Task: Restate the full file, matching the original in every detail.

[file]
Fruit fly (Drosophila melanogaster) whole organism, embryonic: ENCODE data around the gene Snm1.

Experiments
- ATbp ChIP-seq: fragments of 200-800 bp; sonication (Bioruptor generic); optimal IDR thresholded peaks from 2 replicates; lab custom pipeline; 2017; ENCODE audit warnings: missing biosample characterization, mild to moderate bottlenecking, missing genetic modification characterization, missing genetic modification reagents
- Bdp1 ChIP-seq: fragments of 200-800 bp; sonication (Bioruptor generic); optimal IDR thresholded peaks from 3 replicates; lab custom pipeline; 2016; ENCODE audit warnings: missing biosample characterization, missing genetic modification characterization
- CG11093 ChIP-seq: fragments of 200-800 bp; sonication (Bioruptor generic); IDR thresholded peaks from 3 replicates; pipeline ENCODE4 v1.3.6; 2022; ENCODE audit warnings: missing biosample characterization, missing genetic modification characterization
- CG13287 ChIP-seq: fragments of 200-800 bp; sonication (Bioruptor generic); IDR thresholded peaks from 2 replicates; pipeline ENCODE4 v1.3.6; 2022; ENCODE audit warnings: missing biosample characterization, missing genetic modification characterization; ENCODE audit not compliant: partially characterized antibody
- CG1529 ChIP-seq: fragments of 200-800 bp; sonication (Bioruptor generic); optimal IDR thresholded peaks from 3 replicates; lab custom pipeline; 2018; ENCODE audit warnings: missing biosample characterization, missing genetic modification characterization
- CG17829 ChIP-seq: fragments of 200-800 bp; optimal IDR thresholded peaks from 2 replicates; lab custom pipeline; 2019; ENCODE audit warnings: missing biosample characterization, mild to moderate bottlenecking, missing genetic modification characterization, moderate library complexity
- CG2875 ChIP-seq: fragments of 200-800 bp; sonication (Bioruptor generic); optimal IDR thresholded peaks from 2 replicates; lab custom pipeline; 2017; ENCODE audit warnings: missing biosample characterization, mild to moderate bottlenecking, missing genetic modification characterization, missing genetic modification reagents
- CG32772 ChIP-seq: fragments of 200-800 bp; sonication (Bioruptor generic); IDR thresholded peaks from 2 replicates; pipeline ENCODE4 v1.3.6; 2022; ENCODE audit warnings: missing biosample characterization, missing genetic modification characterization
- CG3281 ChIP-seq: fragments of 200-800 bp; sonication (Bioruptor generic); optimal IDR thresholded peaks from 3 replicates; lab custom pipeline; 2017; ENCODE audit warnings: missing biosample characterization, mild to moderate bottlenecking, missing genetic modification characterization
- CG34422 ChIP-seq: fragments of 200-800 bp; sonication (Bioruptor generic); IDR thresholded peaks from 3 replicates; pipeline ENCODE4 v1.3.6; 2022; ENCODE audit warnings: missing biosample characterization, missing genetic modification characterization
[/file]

Fruit fly (Drosophila melanogaster) whole organism, embryonic: ENCODE data around the gene Snm1.

Experiments
- ATbp ChIP-seq: fragments of 200-800 bp; sonication (Bioruptor generic); optimal IDR thresholded peaks from 2 replicates; lab custom pipeline; 2017; ENCODE audit warnings: missing biosample characterization, mild to moderate bottlenecking, missing genetic modification characterization, missing genetic modification reagents
- Bdp1 ChIP-seq: fragments of 200-800 bp; sonication (Bioruptor generic); optimal IDR thresholded peaks from 3 replicates; lab custom pipeline; 2016; ENCODE audit warnings: missing biosample characterization, missing genetic modification characterization
- CG11093 ChIP-seq: fragments of 200-800 bp; sonication (Bioruptor generic); IDR thresholded peaks from 3 replicates; pipeline ENCODE4 v1.3.6; 2022; ENCODE audit warnings: missing biosample characterization, missing genetic modification characterization
- CG13287 ChIP-seq: fragments of 200-800 bp; sonication (Bioruptor generic); IDR thresholded peaks from 2 replicates; pipeline ENCODE4 v1.3.6; 2022; ENCODE audit warnings: missing biosample characterization, missing genetic modification characterization; ENCODE audit not compliant: partially characterized antibody
- CG1529 ChIP-seq: fragments of 200-800 bp; sonication (Bioruptor generic); optimal IDR thresholded peaks from 3 replicates; lab custom pipeline; 2018; ENCODE audit warnings: missing biosample characterization, missing genetic modification characterization
- CG17829 ChIP-seq: fragments of 200-800 bp; optimal IDR thresholded peaks from 2 replicates; lab custom pipeline; 2019; ENCODE audit warnings: missing biosample characterization, mild to moderate bottlenecking, missing genetic modification characterization, moderate library complexity
- CG2875 ChIP-seq: fragments of 200-800 bp; sonication (Bioruptor generic); optimal IDR thresholded peaks from 2 replicates; lab custom pipeline; 2017; ENCODE audit warnings: missing biosample characterization, mild to moderate bottlenecking, missing genetic modification characterization, missing genetic modification reagents
- CG32772 ChIP-seq: fragments of 200-800 bp; sonication (Bioruptor generic); IDR thresholded peaks from 2 replicates; pipeline ENCODE4 v1.3.6; 2022; ENCODE audit warnings: missing biosample characterization, missing genetic modification characterization
- CG3281 ChIP-seq: fragments of 200-800 bp; sonication (Bioruptor generic); optimal IDR thresholded peaks from 3 replicates; lab custom pipeline; 2017; ENCODE audit warnings: missing biosample characterization, mild to moderate bottlenecking, missing genetic modification characterization
- CG34422 ChIP-seq: fragments of 200-800 bp; sonication (Bioruptor generic); IDR thresholded peaks from 3 replicates; pipeline ENCODE4 v1.3.6; 2022; ENCODE audit warnings: missing biosample characterization, missing genetic modification characterization